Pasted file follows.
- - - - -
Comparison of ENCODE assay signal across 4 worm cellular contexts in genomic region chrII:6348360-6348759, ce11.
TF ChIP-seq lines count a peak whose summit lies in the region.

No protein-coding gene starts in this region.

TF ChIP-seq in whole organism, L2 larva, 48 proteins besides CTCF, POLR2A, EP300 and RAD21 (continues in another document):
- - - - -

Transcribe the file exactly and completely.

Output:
Comparison of ENCODE assay signal across 4 worm cellular contexts in genomic region chrII:6348360-6348759, ce11.
TF ChIP-seq lines count a peak whose summit lies in the region.

No protein-coding gene starts in this region.

TF ChIP-seq in whole organism, L2 larva, 48 proteins besides CTCF, POLR2A, EP300 and RAD21 (continues in another document):